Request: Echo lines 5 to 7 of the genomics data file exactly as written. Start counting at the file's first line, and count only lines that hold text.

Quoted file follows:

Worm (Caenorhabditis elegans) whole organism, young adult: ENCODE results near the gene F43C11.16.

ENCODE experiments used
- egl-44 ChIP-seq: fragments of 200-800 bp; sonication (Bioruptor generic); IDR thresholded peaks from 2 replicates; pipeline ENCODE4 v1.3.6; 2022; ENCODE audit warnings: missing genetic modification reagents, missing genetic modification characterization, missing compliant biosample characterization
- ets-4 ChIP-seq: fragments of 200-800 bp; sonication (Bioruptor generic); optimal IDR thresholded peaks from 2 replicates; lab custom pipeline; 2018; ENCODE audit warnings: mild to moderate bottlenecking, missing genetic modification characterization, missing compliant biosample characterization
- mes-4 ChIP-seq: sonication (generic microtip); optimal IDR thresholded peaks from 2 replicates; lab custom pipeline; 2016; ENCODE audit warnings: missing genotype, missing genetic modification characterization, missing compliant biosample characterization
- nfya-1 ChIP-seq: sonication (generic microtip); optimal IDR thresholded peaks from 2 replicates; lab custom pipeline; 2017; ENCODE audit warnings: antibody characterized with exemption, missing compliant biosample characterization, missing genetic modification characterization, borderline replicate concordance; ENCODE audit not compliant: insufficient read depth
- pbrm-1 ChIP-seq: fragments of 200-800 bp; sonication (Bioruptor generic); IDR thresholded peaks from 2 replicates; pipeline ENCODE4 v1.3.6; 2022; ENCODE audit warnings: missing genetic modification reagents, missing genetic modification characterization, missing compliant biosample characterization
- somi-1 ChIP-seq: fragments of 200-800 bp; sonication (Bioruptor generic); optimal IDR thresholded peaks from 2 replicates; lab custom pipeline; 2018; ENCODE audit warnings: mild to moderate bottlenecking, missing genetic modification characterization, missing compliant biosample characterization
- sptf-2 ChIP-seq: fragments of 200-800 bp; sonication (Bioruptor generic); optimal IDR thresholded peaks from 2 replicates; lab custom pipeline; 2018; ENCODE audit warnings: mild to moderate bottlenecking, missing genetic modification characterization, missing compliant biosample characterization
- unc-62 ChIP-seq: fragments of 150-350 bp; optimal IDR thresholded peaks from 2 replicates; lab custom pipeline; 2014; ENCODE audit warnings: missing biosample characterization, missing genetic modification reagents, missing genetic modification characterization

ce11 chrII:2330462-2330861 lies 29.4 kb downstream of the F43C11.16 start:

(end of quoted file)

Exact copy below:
- mes-4 ChIP-seq: sonication (generic microtip); optimal IDR thresholded peaks from 2 replicates; lab custom pipeline; 2016; ENCODE audit warnings: missing genotype, missing genetic modification characterization, missing compliant biosample characterization
- nfya-1 ChIP-seq: sonication (generic microtip); optimal IDR thresholded peaks from 2 replicates; lab custom pipeline; 2017; ENCODE audit warnings: antibody characterized with exemption, missing compliant biosample characterization, missing genetic modification characterization, borderline replicate concordance; ENCODE audit not compliant: insufficient read depth
- pbrm-1 ChIP-seq: fragments of 200-800 bp; sonication (Bioruptor generic); IDR thresholded peaks from 2 replicates; pipeline ENCODE4 v1.3.6; 2022; ENCODE audit warnings: missing genetic modification reagents, missing genetic modification characterization, missing compliant biosample characterization